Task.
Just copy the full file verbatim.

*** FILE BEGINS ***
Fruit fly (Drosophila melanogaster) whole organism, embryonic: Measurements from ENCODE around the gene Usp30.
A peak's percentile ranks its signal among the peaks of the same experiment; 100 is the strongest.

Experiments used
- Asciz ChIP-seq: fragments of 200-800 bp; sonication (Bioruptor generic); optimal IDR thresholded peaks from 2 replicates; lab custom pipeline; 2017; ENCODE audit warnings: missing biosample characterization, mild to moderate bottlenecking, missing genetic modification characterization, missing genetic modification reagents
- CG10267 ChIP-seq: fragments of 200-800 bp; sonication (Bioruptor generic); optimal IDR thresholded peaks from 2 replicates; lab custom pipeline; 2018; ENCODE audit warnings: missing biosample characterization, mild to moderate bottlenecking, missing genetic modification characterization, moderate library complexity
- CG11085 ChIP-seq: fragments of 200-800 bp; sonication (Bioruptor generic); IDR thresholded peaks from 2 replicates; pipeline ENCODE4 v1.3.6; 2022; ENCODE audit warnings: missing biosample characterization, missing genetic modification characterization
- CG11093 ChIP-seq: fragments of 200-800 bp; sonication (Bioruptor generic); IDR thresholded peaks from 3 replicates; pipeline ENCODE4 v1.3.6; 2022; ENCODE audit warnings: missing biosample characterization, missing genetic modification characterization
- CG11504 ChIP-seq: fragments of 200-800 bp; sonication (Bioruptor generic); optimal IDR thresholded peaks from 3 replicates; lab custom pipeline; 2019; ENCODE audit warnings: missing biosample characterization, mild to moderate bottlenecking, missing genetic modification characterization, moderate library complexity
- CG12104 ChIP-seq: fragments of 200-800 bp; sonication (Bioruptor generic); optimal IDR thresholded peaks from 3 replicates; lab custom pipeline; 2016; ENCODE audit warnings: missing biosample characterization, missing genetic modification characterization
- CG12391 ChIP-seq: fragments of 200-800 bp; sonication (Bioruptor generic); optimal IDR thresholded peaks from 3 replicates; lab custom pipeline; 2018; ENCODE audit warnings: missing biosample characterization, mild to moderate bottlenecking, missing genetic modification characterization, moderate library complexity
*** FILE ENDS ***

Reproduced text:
Fruit fly (Drosophila melanogaster) whole organism, embryonic: Measurements from ENCODE around the gene Usp30.
A peak's percentile ranks its signal among the peaks of the same experiment; 100 is the strongest.

Experiments used
- Asciz ChIP-seq: fragments of 200-800 bp; sonication (Bioruptor generic); optimal IDR thresholded peaks from 2 replicates; lab custom pipeline; 2017; ENCODE audit warnings: missing biosample characterization, mild to moderate bottlenecking, missing genetic modification characterization, missing genetic modification reagents
- CG10267 ChIP-seq: fragments of 200-800 bp; sonication (Bioruptor generic); optimal IDR thresholded peaks from 2 replicates; lab custom pipeline; 2018; ENCODE audit warnings: missing biosample characterization, mild to moderate bottlenecking, missing genetic modification characterization, moderate library complexity
- CG11085 ChIP-seq: fragments of 200-800 bp; sonication (Bioruptor generic); IDR thresholded peaks from 2 replicates; pipeline ENCODE4 v1.3.6; 2022; ENCODE audit warnings: missing biosample characterization, missing genetic modification characterization
- CG11093 ChIP-seq: fragments of 200-800 bp; sonication (Bioruptor generic); IDR thresholded peaks from 3 replicates; pipeline ENCODE4 v1.3.6; 2022; ENCODE audit warnings: missing biosample characterization, missing genetic modification characterization
- CG11504 ChIP-seq: fragments of 200-800 bp; sonication (Bioruptor generic); optimal IDR thresholded peaks from 3 replicates; lab custom pipeline; 2019; ENCODE audit warnings: missing biosample characterization, mild to moderate bottlenecking, missing genetic modification characterization, moderate library complexity
- CG12104 ChIP-seq: fragments of 200-800 bp; sonication (Bioruptor generic); optimal IDR thresholded peaks from 3 replicates; lab custom pipeline; 2016; ENCODE audit warnings: missing biosample characterization, missing genetic modification characterization
- CG12391 ChIP-seq: fragments of 200-800 bp; sonication (Bioruptor generic); optimal IDR thresholded peaks from 3 replicates; lab custom pipeline; 2018; ENCODE audit warnings: missing biosample characterization, mild to moderate bottlenecking, missing genetic modification characterization, moderate library complexity